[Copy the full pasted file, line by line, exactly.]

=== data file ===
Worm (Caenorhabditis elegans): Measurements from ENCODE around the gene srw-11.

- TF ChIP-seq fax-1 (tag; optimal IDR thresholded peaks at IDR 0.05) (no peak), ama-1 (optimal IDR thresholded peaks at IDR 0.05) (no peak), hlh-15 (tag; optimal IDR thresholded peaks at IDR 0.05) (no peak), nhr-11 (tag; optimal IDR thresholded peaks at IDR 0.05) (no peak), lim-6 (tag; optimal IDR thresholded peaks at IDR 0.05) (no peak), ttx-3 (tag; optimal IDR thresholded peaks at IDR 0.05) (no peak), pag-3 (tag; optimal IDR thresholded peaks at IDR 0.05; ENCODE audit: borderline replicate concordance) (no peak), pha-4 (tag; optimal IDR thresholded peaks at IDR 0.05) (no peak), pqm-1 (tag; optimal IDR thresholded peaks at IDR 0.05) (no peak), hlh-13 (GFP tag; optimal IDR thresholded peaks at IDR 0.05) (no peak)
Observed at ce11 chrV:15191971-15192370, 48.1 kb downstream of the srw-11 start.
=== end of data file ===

Worm (Caenorhabditis elegans): Measurements from ENCODE around the gene srw-11.

- TF ChIP-seq fax-1 (tag; optimal IDR thresholded peaks at IDR 0.05) (no peak), ama-1 (optimal IDR thresholded peaks at IDR 0.05) (no peak), hlh-15 (tag; optimal IDR thresholded peaks at IDR 0.05) (no peak), nhr-11 (tag; optimal IDR thresholded peaks at IDR 0.05) (no peak), lim-6 (tag; optimal IDR thresholded peaks at IDR 0.05) (no peak), ttx-3 (tag; optimal IDR thresholded peaks at IDR 0.05) (no peak), pag-3 (tag; optimal IDR thresholded peaks at IDR 0.05; ENCODE audit: borderline replicate concordance) (no peak), pha-4 (tag; optimal IDR thresholded peaks at IDR 0.05) (no peak), pqm-1 (tag; optimal IDR thresholded peaks at IDR 0.05) (no peak), hlh-13 (GFP tag; optimal IDR thresholded peaks at IDR 0.05) (no peak)
Observed at ce11 chrV:15191971-15192370, 48.1 kb downstream of the srw-11 start.